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Teacher Workshop The Material Culture of Death Please RSVP   registration required 21 October 2017.Saturday, 9:00AM - 4:00PM Registration fee: $25 per person

Grief was serious business in the nineteenth century. We will explore grim reminders of lives lost such as mourning jewelry, postmortem photographs, samplers, and household goods. Women played an important role in creating these objects and fostering remembrance, but so too did photographers, artists, and con men. Using documents and photographs from the Society’s collections participants can investigate spirit photography, the spiritualist movement, and other fascinating intersections of technology, faith, and grief.

This program is open to all K-12 educators. Teachers can earn 22.5 PDPs or one graduate credit (for an additional fee).

Image: John Gray mourning ring, Gold, enamel, crystal, gold foil, hair by unidentified goldsmith. [Boston?, 1763]

Highlights:

  • Meet Peter Manseau and discuss his new book, The Apparitionists: A Tale of Phantoms, Fraud, Photography, and the Man Who Captured Lincoln's Ghost.
  • Investigate the causes of the growing popularity of mourning souvenirs (such as china, handkerchiefs, needlework, medals, and jewelry)  the nineteenth century.  
  • View and and analyze photographs and artifacts from the Society's collection.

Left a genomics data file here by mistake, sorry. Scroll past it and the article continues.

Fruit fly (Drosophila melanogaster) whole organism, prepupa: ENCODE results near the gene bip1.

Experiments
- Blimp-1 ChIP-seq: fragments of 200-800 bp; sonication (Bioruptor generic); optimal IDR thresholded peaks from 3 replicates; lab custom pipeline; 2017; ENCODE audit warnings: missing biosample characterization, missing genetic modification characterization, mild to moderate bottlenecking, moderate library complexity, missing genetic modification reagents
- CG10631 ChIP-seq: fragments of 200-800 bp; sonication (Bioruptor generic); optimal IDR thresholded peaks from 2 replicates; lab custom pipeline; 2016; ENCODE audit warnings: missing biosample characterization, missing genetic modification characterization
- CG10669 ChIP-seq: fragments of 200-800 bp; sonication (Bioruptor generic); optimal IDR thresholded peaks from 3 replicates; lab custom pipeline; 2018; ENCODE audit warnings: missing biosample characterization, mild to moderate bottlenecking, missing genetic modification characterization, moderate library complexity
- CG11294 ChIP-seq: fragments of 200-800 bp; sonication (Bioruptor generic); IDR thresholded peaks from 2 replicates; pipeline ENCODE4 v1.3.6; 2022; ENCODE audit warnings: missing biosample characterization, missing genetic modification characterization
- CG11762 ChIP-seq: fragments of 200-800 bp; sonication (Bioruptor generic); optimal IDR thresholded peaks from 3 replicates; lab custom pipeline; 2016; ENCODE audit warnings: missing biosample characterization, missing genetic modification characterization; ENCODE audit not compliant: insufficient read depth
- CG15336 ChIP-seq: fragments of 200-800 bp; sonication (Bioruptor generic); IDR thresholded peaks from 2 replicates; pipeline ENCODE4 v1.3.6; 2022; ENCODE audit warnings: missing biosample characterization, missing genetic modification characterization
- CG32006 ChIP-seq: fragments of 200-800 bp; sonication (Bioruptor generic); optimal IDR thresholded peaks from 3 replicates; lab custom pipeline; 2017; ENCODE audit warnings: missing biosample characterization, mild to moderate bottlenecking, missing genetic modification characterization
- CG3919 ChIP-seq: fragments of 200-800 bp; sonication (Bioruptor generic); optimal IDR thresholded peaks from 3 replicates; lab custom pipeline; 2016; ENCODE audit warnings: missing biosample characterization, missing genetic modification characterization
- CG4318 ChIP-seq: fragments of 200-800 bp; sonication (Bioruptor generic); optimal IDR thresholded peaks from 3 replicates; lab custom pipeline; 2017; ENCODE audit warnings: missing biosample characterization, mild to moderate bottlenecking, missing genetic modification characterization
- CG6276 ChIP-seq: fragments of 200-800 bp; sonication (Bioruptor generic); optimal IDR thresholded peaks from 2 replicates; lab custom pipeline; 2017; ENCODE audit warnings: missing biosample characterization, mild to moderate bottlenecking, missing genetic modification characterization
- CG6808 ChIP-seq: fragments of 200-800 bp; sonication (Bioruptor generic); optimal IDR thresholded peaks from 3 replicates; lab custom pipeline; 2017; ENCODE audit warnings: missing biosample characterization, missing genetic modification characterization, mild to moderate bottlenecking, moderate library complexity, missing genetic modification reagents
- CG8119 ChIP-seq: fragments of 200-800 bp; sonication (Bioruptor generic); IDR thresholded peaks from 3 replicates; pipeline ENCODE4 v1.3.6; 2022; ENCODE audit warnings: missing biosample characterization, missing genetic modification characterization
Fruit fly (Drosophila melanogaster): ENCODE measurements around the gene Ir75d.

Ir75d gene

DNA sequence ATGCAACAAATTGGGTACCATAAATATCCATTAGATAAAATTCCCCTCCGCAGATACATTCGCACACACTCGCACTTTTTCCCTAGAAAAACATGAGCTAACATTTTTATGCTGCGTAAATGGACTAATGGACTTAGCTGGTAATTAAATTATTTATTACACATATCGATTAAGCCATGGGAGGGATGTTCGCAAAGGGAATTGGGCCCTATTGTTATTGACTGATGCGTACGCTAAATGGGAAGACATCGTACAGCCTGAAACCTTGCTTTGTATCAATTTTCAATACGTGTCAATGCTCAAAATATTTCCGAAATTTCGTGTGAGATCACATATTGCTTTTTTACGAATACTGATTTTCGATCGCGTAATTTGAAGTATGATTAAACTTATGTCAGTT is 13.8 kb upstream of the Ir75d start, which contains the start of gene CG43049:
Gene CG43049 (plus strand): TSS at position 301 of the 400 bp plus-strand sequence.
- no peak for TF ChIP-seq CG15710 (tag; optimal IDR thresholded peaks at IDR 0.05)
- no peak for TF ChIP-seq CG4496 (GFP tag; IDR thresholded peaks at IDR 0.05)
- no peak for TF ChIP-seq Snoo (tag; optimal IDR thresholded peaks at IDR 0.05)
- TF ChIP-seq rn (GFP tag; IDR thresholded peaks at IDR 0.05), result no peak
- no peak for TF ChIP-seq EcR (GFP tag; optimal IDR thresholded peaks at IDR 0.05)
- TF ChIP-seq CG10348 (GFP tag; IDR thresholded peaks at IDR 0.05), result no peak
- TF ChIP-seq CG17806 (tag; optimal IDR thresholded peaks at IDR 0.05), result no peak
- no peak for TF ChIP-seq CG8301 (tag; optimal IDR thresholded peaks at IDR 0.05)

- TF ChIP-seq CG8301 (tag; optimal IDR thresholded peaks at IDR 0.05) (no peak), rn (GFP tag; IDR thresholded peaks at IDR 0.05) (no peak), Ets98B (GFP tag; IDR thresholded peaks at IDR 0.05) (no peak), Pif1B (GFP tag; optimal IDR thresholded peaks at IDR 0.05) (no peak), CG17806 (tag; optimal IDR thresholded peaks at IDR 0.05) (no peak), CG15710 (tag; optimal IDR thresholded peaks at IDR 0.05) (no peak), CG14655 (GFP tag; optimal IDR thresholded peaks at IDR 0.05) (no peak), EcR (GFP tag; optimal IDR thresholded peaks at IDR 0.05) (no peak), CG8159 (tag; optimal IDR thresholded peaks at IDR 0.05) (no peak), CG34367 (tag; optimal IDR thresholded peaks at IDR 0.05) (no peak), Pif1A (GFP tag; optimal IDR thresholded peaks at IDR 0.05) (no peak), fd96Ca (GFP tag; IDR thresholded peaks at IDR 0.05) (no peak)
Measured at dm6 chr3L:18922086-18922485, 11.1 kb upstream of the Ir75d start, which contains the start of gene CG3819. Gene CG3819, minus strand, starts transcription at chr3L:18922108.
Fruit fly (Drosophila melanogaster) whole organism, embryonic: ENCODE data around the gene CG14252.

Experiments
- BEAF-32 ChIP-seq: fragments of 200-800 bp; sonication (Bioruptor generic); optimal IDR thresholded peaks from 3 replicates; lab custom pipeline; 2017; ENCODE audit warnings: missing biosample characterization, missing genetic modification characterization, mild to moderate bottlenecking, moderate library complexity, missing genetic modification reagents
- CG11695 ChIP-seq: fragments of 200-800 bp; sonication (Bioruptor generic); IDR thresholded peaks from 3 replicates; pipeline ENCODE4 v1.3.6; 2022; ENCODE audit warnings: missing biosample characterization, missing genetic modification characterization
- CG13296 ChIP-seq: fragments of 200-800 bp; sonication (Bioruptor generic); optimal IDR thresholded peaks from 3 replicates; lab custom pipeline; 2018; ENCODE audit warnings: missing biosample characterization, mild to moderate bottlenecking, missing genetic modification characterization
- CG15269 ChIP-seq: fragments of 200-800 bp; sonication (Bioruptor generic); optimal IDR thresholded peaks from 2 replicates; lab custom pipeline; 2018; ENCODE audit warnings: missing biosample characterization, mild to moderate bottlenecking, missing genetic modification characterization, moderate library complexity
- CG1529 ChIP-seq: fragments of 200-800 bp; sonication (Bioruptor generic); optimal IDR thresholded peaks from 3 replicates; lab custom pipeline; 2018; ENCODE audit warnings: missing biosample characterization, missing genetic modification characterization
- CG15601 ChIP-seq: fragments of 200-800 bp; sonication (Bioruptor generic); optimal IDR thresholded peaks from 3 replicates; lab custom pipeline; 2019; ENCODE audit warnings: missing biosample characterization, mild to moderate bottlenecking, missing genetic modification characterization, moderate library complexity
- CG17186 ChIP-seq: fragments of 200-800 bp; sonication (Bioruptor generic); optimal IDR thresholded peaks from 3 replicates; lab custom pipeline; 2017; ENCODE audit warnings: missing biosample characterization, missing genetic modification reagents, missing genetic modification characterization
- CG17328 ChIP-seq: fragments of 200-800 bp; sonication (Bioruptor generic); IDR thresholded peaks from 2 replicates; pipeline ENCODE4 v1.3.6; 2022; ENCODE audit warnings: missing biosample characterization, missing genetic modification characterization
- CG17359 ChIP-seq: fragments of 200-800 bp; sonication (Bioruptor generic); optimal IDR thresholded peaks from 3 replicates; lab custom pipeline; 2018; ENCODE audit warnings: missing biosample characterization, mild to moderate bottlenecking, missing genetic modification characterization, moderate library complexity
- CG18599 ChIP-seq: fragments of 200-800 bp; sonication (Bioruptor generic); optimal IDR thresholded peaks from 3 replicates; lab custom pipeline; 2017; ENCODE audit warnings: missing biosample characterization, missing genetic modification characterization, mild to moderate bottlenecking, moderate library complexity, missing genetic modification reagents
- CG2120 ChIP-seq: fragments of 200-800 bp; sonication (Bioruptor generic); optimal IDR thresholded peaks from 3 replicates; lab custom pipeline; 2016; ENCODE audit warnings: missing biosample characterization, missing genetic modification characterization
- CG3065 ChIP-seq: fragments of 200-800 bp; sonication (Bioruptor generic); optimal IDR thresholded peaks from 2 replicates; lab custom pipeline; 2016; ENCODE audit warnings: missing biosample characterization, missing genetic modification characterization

• Discover suggestions for connecting material culture of death to curriculum frameworks, as well as modern-day practices. 


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Teacher Workshop The Political Lives of Historical Monuments and Memorials Please RSVP   registration required 2 December 2017.Saturday, 9:00AM - 4:00PM Registration fee: $25 per person

Who decides what should be remembered in public spaces? Is removing a monument the equivalent of erasing history, or should monuments change along with their communities? Join MHS in exploring how monuments and memorials can help students understand history, historical memory, and how national symbols play a critical role in articulating culture and identity. We will discuss examples of monuments and memorials ranging from early American history to the Holocaust, and will engage with the current controversy over the role of Confederate monuments and memorials in communities across the US.

This program is open to all K-12 educators. Teachers can earn 22.5 PDPs or one graduate credit (for an additional fee).

Image: Dedication of the Memorial to Robert Gould Shaw and the 54th Massachusetts Regiment, Boston, 31 May 1897, albumen print.

Highlights:

  • Explore WWII and Holocaust commemoration across the globe 
  • Learn about the history of Confederate monuments in America: When were they erected? Who built them? What do they signify? 
  • Discuss ways to engage students in conversation on current national debates over Confederate symbols in public spaces
  • View and analyze documents and artifacts from the Society's collections


close